Supporting Someone Who Is Experiencing Depression

Depression is a significant mental health concern that can be challenging for the individual experiencing it, as well as those around them. If you are supporting someone who is experiencing depression (or you suspect they might be experiencing depression), you may be unsure of how you can help.

Signs and Symptoms of Depression

First, it’s important to understand what it means to have depression. Depression is more than just a sad mood. It’s a mental health condition that impacts a person’s ability to function day-to-day and usually lasts longer than two weeks. Knowing the symptoms of depression can be helpful to understand and support those around you. Common symptoms include:

While these are common symptoms, people can experience depression differently. A trained mental health professional can diagnose and help treat depression. Counseling and/or medication are often part of the plan for managing the symptoms. There is hope for healing, even though it may not feel that way in the moment, especially for the individual experiencing depression.

How to Provide Support and Encourage Treatment

Talk to the person about your concerns and what you have noticed. Often people don’t realize when they are depressed and think the feelings are normal, or they may feel shame and mistakenly believe they can get over it on their own. However, experiencing depression is not a sign of shortcomings on the part of the individual. Compassionately share your concerns with the person to create a space where they feel safe to open up.

Encourage them to seek professional help. Suggest that they call their doctor or a mental health provider for additional help. If they are covered by an Employee Assistance Program (EAP), that could also be a resource. Depression is a mental health condition that normally requires treatment to get better.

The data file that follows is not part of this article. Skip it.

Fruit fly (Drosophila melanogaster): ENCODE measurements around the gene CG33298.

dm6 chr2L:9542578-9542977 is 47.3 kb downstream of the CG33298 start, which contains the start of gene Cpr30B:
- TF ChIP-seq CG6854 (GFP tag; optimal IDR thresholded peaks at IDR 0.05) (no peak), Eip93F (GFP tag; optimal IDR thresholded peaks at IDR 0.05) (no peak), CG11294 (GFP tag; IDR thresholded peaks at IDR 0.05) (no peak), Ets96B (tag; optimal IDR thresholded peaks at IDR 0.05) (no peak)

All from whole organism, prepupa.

Listen openly to their experience with depression. Giving advice, making judgements, and pushing positivity (i.e., saying things like “just think positive”) can be more harmful than helpful. Ask them to help you understand their feelings and communicate about what type of support is most valuable to them. Sometimes, listening and being understood and supported by someone else can be healing in itself.

Understand suicide risk. People with depression have a higher risk of suicide. If someone is showing signs of suicide, take them seriously. Help them contact their doctor, a mental health provider, a family member, or the national Suicide & Crisis Lifeline at 988 or If there is imminent danger, you may need to call 911 on their behalf.

It may take time. Depression can improve with treatment, but it can also take time to get there. For some, the fear of making that first call can take time to overcome. Then, finding the best treatment may require time to try more than one approach. Remember to be patient and empathetic as the individual goes through the process, as progress is not always linear.

Practice self-care. When supporting someone who is experiencing depression, it’s also important to remember to take care of yourself. It can be challenging to offer help when you are feeling overwhelmed or stressed.


Sources: (1) Mayo Clinic. (2018, November 28). Depression: Supporting a family member or friend. Retrieved from (2) National Alliance on Mental Illness. (2017). Depression. Retrieved from

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